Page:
In the early morning hours of April 29, 2013, Dorothy McLaughlin’s Lord and Savior Jesus Christ wrapped her in his arms and took her home to heaven.
Dorothy was born May 6, 1926, in Kansas City, Mo., to Earl Henry Klopfenstine and Hazel Loucille Allen. She was the oldest of five children, and due to the early death of her father and her mother’s medical illnesses, at the age of seven Dorothy had to assume the responsibility for the housework and care of her younger siblings. Dorothy graduated at the age of 16 from East High School, Kansas City, Mo.
At the age of 20, Dorothy’s first marriage produced two children, Margi (Margaret) Carol Gant, and Michael Lynn Gant. The family moved to California, and Dorothy began her professional career as the Chief Bookkeeper for Ehrhart & Associates, Inc., Engineers & Constructors; and then served as the Office Manager for Relief Printing Corporation of California. During this time she divorced her first husband, becoming a single parent, working to provide home and educational opportunities for her children.
Three years later, Dorothy met and subsequently married her “soul mate,” Patrick Michael McLaughlin, resulting in a blended family of five children. Her marriage to Patrick later afforded her the opportunity to pursue her life-time goal of higher education. In 1976, at the age of 50, Dorothy received her Bachelor of Arts degree in sociology from California State University, Los Angeles; and in 1987, at the age of 61, her Master Degree in Business from Columbia Pacific University, San Rafael, Calif.
Following Patrick’s retirement, in 1976 Dorothy and Patrick moved to Billings, where their daughter, Margi, was working and completing her Master Degree in Elementary Education and School Counseling. As always, Dorothy immersed herself in the Billings community, her new home, identifying needs and opportunities to make a difference for those who were “forgotten, invisible or suffering from discrimination.” She volunteered as a Pink Lady at St. Vincent’s Hospital, and served as the volunteer director at the Southside Senior Citizens Center. Working with Agnes Crow, they co-founded Senior Helping Hands, Inc., an organization assisting senior citizens to remain in their homes.
In 1977, because of her work in the community and her business background, Dorothy was selected to establish “from scratch,” the NRTA/AARP Senior Community Service Employment Program in Montana. The program territory extended from Livingston, to Ekalaka, and south to the Wyoming border, and included both the Crow and Northern Cheyenne reservations. Her efforts resulted in national recognition for the Montana program, an Outstanding Director award, and an invitation from First Lady Rosalyn Carter for tea at the White House. She was also transferred to the Dallas, Texas, site to assist in establishing their program. Dorothy retired in 1987 to return home to the gorgeous blue sky in Billings.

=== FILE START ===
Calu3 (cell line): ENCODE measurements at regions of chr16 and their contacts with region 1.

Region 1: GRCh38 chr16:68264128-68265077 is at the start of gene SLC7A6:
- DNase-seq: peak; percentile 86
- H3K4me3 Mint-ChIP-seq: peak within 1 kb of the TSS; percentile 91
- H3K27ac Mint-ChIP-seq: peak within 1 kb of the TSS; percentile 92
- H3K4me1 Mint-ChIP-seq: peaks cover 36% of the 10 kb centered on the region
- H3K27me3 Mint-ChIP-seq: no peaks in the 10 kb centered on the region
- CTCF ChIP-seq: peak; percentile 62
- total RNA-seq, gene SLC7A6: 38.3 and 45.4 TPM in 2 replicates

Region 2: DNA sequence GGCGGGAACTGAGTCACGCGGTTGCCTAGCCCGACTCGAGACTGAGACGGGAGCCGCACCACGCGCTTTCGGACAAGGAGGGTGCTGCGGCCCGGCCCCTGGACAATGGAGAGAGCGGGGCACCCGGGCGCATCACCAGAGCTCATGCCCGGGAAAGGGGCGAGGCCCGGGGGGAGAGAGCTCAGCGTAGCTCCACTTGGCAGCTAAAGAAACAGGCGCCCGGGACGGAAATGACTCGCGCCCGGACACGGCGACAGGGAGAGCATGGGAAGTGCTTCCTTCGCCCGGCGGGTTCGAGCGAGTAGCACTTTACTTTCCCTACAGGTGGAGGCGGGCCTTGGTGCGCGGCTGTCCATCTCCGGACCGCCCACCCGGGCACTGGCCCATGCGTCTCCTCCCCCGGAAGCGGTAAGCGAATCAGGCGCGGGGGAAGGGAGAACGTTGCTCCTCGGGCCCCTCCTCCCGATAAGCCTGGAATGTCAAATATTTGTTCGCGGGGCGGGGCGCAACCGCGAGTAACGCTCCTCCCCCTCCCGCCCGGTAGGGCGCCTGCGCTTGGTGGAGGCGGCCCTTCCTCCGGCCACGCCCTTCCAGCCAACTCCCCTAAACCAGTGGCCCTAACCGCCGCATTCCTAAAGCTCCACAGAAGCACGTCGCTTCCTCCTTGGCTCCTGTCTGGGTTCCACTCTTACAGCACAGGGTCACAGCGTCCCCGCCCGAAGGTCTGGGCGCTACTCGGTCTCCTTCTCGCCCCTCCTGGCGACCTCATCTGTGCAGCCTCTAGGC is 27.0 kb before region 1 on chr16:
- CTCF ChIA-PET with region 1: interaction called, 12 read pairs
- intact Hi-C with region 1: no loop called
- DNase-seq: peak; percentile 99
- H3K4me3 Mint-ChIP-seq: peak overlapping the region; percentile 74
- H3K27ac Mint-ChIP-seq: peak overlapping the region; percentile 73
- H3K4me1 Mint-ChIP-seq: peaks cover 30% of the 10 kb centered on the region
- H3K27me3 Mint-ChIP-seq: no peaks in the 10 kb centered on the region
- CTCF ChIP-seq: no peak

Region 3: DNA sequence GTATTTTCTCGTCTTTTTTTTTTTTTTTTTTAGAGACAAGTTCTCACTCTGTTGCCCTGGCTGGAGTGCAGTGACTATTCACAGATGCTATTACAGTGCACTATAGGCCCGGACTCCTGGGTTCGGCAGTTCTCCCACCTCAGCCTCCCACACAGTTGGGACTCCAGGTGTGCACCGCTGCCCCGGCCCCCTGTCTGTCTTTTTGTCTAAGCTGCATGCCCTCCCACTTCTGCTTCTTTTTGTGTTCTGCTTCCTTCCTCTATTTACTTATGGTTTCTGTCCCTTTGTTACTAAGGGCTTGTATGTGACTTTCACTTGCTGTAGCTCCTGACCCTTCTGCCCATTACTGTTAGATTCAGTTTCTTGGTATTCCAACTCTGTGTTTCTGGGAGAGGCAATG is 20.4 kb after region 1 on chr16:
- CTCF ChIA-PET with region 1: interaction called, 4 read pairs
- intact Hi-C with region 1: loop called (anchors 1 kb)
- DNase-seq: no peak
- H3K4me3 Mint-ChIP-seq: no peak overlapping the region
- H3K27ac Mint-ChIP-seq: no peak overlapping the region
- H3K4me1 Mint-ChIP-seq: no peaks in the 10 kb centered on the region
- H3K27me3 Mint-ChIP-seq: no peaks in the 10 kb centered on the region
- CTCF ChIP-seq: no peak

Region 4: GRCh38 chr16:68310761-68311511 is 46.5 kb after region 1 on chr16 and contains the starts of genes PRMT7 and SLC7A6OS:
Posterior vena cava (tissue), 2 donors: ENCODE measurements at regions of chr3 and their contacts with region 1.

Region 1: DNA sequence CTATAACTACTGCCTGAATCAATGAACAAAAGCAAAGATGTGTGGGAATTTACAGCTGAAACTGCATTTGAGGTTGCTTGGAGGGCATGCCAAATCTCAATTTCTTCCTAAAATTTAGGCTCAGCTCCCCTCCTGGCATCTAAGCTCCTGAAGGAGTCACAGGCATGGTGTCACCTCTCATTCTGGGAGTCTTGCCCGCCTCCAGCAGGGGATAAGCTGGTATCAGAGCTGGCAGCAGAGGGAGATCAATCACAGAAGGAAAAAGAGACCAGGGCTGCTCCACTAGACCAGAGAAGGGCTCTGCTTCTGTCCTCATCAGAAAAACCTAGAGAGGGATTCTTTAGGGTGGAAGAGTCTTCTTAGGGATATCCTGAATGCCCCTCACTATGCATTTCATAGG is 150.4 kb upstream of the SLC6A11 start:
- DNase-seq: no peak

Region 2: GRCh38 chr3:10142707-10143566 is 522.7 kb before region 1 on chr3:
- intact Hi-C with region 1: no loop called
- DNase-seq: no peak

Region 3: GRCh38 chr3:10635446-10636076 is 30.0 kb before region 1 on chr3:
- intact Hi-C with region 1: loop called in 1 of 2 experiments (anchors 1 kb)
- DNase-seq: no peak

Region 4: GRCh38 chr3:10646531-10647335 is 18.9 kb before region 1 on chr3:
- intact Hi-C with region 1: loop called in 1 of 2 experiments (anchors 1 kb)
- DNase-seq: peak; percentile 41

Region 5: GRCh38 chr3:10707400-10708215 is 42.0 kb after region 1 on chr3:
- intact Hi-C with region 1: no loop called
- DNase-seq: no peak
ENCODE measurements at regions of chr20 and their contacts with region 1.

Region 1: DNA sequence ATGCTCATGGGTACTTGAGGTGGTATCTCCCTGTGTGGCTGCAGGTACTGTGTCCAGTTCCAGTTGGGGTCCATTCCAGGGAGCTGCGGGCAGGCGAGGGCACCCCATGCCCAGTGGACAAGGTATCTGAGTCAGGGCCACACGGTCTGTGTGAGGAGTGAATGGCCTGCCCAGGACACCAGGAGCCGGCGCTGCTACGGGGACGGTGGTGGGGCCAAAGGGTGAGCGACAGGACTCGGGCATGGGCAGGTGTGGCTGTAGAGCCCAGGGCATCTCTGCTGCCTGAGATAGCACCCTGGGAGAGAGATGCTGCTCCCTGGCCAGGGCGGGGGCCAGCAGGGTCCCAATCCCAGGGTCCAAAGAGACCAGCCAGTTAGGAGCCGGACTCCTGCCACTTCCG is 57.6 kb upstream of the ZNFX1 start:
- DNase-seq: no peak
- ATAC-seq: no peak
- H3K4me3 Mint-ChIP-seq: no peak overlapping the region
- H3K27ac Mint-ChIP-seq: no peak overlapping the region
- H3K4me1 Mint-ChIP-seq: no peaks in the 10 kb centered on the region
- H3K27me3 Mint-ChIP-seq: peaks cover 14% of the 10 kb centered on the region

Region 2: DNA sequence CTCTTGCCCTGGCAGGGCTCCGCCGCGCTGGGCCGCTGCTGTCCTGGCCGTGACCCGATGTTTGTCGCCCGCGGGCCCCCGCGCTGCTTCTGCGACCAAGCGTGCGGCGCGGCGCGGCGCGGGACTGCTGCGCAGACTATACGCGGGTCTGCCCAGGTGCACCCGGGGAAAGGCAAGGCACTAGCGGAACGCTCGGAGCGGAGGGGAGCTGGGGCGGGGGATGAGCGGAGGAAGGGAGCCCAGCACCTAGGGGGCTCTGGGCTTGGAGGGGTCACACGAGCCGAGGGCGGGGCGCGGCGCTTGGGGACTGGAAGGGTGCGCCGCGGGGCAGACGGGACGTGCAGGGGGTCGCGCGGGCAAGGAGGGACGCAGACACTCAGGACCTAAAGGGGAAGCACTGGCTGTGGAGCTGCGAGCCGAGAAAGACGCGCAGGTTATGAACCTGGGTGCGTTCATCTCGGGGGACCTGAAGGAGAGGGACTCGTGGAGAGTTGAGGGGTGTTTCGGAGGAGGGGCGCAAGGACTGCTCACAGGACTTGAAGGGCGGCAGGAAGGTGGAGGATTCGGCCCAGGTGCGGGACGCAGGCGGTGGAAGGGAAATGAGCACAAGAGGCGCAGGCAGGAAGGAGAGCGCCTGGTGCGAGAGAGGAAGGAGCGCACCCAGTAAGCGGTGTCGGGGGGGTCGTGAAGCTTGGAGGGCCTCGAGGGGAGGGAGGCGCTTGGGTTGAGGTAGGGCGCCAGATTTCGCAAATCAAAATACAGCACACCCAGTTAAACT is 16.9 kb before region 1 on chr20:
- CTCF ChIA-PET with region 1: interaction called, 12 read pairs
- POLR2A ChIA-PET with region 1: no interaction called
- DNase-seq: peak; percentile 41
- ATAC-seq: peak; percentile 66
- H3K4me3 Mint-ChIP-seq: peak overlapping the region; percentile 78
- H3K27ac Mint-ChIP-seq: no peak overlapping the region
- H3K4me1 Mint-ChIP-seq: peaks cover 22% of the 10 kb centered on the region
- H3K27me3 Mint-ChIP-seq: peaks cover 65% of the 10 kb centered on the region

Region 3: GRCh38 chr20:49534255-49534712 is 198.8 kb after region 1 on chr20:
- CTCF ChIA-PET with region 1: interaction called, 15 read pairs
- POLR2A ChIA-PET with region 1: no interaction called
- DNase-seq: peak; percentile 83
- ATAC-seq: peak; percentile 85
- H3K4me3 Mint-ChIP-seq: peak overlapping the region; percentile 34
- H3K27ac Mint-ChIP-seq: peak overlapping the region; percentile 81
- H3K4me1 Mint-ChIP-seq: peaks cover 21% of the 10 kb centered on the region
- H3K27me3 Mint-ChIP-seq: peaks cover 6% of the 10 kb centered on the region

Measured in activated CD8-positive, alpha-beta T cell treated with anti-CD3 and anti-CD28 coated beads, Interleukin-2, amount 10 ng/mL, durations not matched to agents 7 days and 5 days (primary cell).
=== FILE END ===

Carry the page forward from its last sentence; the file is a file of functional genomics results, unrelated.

During her tenure as Director of the Senior Community Service Employment Program, Dorothy initiated once-per-month breakfast meetings for professional women in the community to provide opportunities to network, exchange ideas and to “just talk with one another.” The breakfast meetings were held in the Northern Hotel’s dining room. The group soon outgrew the dining room, and in 1980, Dorothy conceived the idea for and co-founded the Montana Association for Female Executives (MAFE). Dorothy served at the first MAFE president.
Dorothy initially enrolled in the Eastern Montana College (now Montana State University Billings) graduate program to pursue a degree in sociology. Her research for materials for a paper on Alberta Bair’s life and contributions to the Billings’ community resulted in frustration and disbelief … very little in-depth documentation was found in any of the Montana libraries and museums. This experience served as the catalyst for Dorothy’s biggest dream … “To establish a museum for the preservation of women's history: To provide for study and research activities and for the dissemination of information about women's history; To facilitate the understanding of historical processes and events from the perspective of women; To accept and display artifacts which depict or illustrate the evolution of women's history.” Dorothy’s unwavering work resulted in reaching this ultimate goal, and in 1995, with support from Chancellor Ronald Sexton, the Museum of Women’s History (MOWH) opened in a small room next to the mailroom in the basement of Eastern Montana College McMullen Hall. The MOWH soon outgrew its first home, and relocated to the 2822 Third Ave. N., where it continues to operate. Feats and Faces, Chronicles of 26 Billings Women with Photographs (1994) is one of the first books placed in the MOWH research library. Conceived by Dorothy, funded by the American Association of University Women, with interviews conducted and stories written by Billings’ AAUW members, Feats and Faces “represents a significant step in recording a small portion of Billings women’s history and achievement.”
Dorothy is survived by her daughter, Margi Gant of Billings; her sister, Maxine Wilson of California; her half-sister, Ginger Guevara; and her nieces, Betty Wilson, Beverly Lambert and Louise Liewald, all of California; and longtime friend, George Sherman of Billings.
Heartfelt thanks to the doctors, nurses and staff at St. Vincent Healthcare, St. John’s Lutheran Ministries, and Rocky Mountain Hospice, for your kindness and compassionate care.
Memorials may be sent in Dorothy McLaughlin’s name to the Museum of Women’s History, 2822 Third Ave. N., Billings, MT 59101.
A celebration of Dorothy McLaughlin’s life will be held on Thursday, May 9, at 11 a.m. at Cremation & Funeral Gallery, 29 Eighth St. W., Billings, MT 59101.
Arrangements are by Cremation & Funeral Gallery. Condolences may be sent to the family at www.cfgbillings.com through “Our Families.”